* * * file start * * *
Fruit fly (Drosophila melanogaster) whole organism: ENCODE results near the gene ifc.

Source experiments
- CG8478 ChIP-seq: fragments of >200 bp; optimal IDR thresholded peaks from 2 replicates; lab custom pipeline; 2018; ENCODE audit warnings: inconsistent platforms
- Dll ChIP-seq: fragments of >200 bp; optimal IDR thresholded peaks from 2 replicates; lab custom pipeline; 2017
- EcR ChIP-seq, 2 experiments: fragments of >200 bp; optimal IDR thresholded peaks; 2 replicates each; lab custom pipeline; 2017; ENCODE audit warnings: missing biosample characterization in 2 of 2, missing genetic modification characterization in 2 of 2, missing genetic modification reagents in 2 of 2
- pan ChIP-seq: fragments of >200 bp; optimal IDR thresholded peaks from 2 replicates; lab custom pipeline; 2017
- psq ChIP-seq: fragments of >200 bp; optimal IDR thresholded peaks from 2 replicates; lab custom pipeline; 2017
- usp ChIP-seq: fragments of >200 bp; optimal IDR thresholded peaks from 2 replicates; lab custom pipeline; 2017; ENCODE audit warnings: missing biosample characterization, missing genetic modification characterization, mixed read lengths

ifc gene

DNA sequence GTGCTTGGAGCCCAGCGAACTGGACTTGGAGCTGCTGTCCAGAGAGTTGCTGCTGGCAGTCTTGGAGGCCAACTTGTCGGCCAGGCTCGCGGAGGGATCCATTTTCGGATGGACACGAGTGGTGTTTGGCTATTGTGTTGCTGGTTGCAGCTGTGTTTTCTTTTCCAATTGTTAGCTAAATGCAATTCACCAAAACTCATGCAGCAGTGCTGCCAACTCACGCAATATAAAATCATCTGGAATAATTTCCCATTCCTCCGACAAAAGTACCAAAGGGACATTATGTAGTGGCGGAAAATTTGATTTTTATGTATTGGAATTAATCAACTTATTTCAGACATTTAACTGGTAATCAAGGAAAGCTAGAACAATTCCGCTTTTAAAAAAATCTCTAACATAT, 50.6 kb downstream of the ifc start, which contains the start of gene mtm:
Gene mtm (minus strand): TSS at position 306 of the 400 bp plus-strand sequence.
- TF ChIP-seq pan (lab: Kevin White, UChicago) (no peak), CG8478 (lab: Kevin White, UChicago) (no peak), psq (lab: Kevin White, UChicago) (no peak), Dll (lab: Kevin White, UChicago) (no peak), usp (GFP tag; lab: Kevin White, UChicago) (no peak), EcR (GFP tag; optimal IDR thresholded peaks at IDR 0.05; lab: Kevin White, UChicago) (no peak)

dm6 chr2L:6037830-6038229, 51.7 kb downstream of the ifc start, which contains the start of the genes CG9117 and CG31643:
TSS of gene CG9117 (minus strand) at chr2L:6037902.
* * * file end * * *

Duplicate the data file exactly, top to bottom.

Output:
Fruit fly (Drosophila melanogaster) whole organism: ENCODE results near the gene ifc.

Source experiments
- CG8478 ChIP-seq: fragments of >200 bp; optimal IDR thresholded peaks from 2 replicates; lab custom pipeline; 2018; ENCODE audit warnings: inconsistent platforms
- Dll ChIP-seq: fragments of >200 bp; optimal IDR thresholded peaks from 2 replicates; lab custom pipeline; 2017
- EcR ChIP-seq, 2 experiments: fragments of >200 bp; optimal IDR thresholded peaks; 2 replicates each; lab custom pipeline; 2017; ENCODE audit warnings: missing biosample characterization in 2 of 2, missing genetic modification characterization in 2 of 2, missing genetic modification reagents in 2 of 2
- pan ChIP-seq: fragments of >200 bp; optimal IDR thresholded peaks from 2 replicates; lab custom pipeline; 2017
- psq ChIP-seq: fragments of >200 bp; optimal IDR thresholded peaks from 2 replicates; lab custom pipeline; 2017
- usp ChIP-seq: fragments of >200 bp; optimal IDR thresholded peaks from 2 replicates; lab custom pipeline; 2017; ENCODE audit warnings: missing biosample characterization, missing genetic modification characterization, mixed read lengths

ifc gene

DNA sequence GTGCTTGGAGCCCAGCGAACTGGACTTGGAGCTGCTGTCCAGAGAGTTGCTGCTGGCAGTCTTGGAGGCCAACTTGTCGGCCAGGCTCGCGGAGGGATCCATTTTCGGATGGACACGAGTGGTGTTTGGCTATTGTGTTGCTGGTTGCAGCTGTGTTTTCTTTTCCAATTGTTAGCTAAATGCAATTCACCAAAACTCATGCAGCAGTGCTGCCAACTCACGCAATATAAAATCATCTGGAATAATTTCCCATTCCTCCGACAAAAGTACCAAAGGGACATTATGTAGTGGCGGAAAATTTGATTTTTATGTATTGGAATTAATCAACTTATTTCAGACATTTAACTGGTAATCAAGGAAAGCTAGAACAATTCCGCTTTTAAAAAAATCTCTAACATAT, 50.6 kb downstream of the ifc start, which contains the start of gene mtm:
Gene mtm (minus strand): TSS at position 306 of the 400 bp plus-strand sequence.
- TF ChIP-seq pan (lab: Kevin White, UChicago) (no peak), CG8478 (lab: Kevin White, UChicago) (no peak), psq (lab: Kevin White, UChicago) (no peak), Dll (lab: Kevin White, UChicago) (no peak), usp (GFP tag; lab: Kevin White, UChicago) (no peak), EcR (GFP tag; optimal IDR thresholded peaks at IDR 0.05; lab: Kevin White, UChicago) (no peak)

dm6 chr2L:6037830-6038229, 51.7 kb downstream of the ifc start, which contains the start of the genes CG9117 and CG31643:
TSS of gene CG9117 (minus strand) at chr2L:6037902.